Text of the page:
Though she liked her job, her biweekly, $600 paychecks could hardly pay for her $600-a-month rent, $300 car payment and $250 furniture rental expense, she said. Sometimes she didn’t have enough money to fill her gas tank and had to rely on friends for rides to work.

Finally, on Aug. 14, Deng and her six children, ages 11, 9, 7, 4, 3, and 11 months, moved to Lincoln.

Standing in the warehouse at the Center for People in Need, Deng says once again that she’ll take any job. She just wants her family to be self-supporting. She receives welfare benefits from the state and federal governments, but she wants to provide for her family on her own.

A good job — right now, any job — will do, she says.

“If you got a job, you are the one player (in your life),” Deng said. “Right now, I feel like someone control me.”

But to Deng, now raising her three boys and three girls apart from her husband, a job means not only providing for her family but also a chance to help her support her 17-year-old sister, who still lives in Sudan, get a better education.

“I give up on my country, but I did not give up on my family,” Deng said.

Katherine Flattery, a refugee employment case manager with Catholic Social Services of Southern Nebraska in Lincoln, said a desire to send money home is common for refugees like Deng.

Abeir Deng believes that having a job makes her “the one player” in her own life.

Unlike Deng, though, many refugees try to send money home before they are able to live on their own without the help of social service agencies or government assistance, Flattery said.

“You need to take care of yourself here before you share with others,” she said.

Flattery said the best way to do that is to get a job.

As for who can create those jobs, Elizabeth Theiss-Morse, a political science professor at the University of Nebraska-Lincoln, said the president plays less of a role than American voters think.

“We give a lot more credit to presidents for the state of the economy than they deserve,” Theiss-Morse said.

By and large, presidents don’t create a lot of jobs themselves unless through huge ventures such as Franklin Roosevelt’s New Deal, which added millions of workers to government payrolls.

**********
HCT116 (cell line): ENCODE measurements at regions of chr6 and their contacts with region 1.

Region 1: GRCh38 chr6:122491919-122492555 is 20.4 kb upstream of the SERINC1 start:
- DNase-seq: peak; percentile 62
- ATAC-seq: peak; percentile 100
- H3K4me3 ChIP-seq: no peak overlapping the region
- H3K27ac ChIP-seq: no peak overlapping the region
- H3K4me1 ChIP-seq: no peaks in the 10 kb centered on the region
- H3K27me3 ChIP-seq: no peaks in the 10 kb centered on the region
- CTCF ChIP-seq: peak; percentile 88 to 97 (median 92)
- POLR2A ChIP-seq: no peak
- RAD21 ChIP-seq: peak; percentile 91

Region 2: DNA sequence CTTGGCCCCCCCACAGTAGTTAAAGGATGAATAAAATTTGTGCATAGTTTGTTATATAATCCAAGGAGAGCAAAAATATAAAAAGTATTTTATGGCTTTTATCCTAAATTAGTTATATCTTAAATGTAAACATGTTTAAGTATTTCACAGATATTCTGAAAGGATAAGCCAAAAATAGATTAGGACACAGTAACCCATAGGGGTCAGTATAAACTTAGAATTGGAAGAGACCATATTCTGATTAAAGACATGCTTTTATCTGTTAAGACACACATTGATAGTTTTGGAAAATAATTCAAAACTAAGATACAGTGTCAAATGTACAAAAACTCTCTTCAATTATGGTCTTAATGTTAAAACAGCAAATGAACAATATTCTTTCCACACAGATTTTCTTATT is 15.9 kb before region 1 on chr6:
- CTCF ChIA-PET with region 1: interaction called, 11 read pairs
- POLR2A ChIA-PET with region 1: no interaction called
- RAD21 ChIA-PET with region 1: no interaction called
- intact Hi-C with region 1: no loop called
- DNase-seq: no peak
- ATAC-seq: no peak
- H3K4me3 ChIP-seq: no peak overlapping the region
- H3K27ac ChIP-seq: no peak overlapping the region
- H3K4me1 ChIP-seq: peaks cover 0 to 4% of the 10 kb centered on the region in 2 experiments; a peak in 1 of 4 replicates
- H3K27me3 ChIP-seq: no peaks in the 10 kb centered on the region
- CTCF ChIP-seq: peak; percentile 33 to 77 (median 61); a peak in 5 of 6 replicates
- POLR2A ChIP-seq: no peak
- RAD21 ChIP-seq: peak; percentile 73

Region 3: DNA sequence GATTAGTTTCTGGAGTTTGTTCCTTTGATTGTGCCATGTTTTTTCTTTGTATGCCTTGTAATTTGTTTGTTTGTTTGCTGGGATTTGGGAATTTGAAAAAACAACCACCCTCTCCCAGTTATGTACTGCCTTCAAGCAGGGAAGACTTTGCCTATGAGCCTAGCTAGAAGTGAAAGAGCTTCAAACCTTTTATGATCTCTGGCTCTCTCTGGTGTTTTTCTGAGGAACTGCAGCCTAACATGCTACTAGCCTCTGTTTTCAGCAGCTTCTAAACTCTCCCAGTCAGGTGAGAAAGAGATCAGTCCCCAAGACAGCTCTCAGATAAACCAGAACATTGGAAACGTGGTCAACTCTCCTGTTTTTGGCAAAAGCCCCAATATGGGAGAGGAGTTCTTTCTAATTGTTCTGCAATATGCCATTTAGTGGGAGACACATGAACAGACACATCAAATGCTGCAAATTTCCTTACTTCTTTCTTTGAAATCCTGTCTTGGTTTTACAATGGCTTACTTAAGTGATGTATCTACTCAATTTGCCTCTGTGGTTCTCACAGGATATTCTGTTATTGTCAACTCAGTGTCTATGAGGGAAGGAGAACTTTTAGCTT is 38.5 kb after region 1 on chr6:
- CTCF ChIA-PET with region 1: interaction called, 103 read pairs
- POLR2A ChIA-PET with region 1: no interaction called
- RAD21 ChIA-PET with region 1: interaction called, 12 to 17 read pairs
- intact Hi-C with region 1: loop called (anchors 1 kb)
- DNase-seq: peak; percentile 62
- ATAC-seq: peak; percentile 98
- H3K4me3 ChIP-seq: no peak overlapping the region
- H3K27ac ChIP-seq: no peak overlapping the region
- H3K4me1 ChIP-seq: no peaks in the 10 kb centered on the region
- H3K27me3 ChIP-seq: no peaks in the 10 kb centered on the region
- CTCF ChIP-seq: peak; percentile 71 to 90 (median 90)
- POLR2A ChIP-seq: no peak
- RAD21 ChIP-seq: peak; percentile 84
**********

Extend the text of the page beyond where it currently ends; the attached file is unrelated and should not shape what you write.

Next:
Other than spending money on stimulus packages, which are government measures designed to help the economy grow, presidents can’t do much as far as job creation, she said. What’s more, they can’t do any of those things without the help of Congress, which passes the laws, she said.

State governors and legislators have more of an impact on local jobs than people give them credit for, Theiss-Morse said.

Still she believes it makes sense for people to credit the president as much as they do.

“Our psyche is such that we view the president as the center and symbol” of government, Theiss-Morse said.

Republican Mitt Romney says he would help create jobs by working, if elected president, to reduce corporate and individual tax rates, to repeal costly regulations and President Obama’s health care reform and to cut government spending.

The Democratic incumbent, Barack Obama, meanwhile touts the 459,000 jobs created since January 2010. If re-elected, he says he will cut tax breaks for businesses that send jobs overseas, create tax incentives for companies who bring jobs back, double exports and make middle-class tax cuts permanent.

Generally, Deng looks to the president to make her life and the lives of all Americans better. For her, she makes clear, that starts with jobs.

And a job to Deng means a better chance for her family and a better chance for her sister.

For her part, Deng said she will work hard to see those chances improve.

“I want to work,” she said, “even if I’m pregnant, I will work until my last day.”